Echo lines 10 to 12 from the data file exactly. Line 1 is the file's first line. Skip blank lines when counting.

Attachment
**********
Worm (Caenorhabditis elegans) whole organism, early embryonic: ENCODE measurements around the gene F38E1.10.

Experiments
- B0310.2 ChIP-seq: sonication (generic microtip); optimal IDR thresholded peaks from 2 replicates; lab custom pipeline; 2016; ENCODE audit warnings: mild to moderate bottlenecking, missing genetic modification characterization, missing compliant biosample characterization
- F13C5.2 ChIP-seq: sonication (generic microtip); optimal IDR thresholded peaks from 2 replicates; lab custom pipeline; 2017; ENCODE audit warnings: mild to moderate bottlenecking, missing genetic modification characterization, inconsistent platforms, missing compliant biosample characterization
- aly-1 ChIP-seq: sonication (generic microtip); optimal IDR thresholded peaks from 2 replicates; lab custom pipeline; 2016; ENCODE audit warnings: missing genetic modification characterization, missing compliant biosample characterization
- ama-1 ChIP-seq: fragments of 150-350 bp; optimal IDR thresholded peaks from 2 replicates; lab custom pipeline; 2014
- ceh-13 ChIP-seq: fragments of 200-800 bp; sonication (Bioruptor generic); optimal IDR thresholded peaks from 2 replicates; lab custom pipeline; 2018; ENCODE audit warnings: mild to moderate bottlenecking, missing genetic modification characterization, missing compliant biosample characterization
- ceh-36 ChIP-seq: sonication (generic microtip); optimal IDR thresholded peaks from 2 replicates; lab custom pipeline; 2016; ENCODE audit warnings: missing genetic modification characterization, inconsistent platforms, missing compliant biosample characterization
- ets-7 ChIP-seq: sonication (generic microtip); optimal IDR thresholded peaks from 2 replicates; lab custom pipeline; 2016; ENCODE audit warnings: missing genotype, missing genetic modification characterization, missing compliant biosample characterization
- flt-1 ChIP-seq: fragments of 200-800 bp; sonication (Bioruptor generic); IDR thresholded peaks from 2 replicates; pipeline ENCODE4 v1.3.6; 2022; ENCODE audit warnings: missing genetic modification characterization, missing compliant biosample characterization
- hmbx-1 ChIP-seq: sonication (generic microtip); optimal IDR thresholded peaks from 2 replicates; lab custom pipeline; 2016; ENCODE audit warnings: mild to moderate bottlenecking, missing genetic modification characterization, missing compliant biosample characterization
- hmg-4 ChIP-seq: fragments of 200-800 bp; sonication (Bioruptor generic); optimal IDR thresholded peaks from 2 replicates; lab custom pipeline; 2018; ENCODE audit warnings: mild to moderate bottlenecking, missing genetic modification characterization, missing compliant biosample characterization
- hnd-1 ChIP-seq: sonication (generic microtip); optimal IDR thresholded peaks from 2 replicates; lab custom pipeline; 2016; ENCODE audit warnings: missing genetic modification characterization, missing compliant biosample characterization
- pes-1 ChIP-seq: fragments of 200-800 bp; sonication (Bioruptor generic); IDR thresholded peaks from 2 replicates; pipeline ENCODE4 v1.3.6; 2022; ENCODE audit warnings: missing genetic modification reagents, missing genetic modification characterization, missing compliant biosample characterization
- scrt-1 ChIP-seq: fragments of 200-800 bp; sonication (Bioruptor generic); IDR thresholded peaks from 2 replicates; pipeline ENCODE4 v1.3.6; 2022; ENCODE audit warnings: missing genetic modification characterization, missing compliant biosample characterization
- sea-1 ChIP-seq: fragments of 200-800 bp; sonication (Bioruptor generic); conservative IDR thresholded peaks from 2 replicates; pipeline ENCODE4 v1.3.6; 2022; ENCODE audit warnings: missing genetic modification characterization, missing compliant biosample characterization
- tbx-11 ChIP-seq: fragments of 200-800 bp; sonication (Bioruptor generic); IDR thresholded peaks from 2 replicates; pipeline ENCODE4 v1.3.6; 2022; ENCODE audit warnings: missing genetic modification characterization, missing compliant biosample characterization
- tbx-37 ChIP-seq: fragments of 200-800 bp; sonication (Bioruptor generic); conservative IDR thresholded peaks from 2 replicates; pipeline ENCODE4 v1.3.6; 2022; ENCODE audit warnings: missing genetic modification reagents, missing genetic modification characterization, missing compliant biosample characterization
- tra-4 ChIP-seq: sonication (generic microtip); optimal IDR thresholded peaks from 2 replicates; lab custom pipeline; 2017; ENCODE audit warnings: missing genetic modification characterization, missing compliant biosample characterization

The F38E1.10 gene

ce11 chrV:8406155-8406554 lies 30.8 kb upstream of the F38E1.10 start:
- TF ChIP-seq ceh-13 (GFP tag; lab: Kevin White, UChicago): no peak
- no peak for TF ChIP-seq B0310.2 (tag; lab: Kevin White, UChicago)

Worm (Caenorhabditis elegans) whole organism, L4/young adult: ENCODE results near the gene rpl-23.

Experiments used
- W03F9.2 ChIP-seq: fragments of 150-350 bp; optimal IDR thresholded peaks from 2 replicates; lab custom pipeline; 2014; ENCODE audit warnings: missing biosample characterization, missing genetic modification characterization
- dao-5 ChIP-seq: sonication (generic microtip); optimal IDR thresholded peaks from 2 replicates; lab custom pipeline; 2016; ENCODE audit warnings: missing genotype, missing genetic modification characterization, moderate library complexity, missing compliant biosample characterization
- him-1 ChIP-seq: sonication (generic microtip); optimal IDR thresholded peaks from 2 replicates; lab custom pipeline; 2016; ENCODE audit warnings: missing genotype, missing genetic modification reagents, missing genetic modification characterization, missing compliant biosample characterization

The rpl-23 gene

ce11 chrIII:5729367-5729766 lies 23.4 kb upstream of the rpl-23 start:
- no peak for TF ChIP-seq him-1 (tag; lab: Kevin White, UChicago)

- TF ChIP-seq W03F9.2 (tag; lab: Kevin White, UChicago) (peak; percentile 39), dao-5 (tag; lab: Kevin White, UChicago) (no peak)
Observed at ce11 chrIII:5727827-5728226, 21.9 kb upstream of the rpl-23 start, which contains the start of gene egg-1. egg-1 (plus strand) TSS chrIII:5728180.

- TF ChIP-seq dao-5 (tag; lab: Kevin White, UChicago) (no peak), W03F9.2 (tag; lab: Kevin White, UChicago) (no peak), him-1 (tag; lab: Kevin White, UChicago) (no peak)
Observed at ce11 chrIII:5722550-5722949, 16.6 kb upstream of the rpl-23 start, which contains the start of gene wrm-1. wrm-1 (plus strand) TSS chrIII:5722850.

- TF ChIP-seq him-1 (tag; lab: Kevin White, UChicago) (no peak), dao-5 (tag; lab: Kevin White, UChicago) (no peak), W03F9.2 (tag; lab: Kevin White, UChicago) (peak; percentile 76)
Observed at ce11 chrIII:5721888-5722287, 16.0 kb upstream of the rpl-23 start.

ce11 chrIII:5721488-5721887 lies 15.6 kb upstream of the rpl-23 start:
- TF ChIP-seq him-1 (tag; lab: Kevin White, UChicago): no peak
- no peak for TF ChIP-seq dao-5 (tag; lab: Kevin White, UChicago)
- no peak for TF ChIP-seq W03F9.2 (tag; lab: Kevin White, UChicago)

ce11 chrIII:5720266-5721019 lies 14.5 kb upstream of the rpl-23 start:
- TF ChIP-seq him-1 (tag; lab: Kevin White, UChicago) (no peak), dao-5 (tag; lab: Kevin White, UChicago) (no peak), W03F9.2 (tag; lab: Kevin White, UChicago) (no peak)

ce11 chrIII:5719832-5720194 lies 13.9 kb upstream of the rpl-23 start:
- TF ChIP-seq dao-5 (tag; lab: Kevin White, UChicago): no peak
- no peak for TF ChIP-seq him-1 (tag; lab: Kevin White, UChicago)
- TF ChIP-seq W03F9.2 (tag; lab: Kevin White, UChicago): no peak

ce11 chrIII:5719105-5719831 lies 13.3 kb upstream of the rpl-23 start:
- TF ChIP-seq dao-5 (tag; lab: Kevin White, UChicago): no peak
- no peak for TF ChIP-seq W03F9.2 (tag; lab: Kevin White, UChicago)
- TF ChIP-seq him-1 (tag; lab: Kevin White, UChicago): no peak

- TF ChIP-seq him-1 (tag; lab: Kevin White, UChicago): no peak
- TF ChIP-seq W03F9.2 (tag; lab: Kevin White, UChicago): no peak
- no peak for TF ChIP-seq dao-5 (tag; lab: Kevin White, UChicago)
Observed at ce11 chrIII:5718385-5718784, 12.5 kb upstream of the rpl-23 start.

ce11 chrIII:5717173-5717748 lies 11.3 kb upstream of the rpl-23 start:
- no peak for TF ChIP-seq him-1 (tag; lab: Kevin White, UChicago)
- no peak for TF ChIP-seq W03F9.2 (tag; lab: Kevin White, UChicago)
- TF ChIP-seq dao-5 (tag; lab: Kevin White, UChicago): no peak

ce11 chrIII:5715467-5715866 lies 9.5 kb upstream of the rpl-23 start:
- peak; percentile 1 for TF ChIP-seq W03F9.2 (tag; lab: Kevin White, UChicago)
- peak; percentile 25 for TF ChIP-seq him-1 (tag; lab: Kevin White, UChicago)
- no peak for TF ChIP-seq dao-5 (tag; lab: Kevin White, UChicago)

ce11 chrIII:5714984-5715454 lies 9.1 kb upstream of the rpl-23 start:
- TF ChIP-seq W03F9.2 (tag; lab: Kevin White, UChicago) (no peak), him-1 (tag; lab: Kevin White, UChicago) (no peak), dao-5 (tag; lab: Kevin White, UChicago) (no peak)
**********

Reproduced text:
- flt-1 ChIP-seq: fragments of 200-800 bp; sonication (Bioruptor generic); IDR thresholded peaks from 2 replicates; pipeline ENCODE4 v1.3.6; 2022; ENCODE audit warnings: missing genetic modification characterization, missing compliant biosample characterization
- hmbx-1 ChIP-seq: sonication (generic microtip); optimal IDR thresholded peaks from 2 replicates; lab custom pipeline; 2016; ENCODE audit warnings: mild to moderate bottlenecking, missing genetic modification characterization, missing compliant biosample characterization
- hmg-4 ChIP-seq: fragments of 200-800 bp; sonication (Bioruptor generic); optimal IDR thresholded peaks from 2 replicates; lab custom pipeline; 2018; ENCODE audit warnings: mild to moderate bottlenecking, missing genetic modification characterization, missing compliant biosample characterization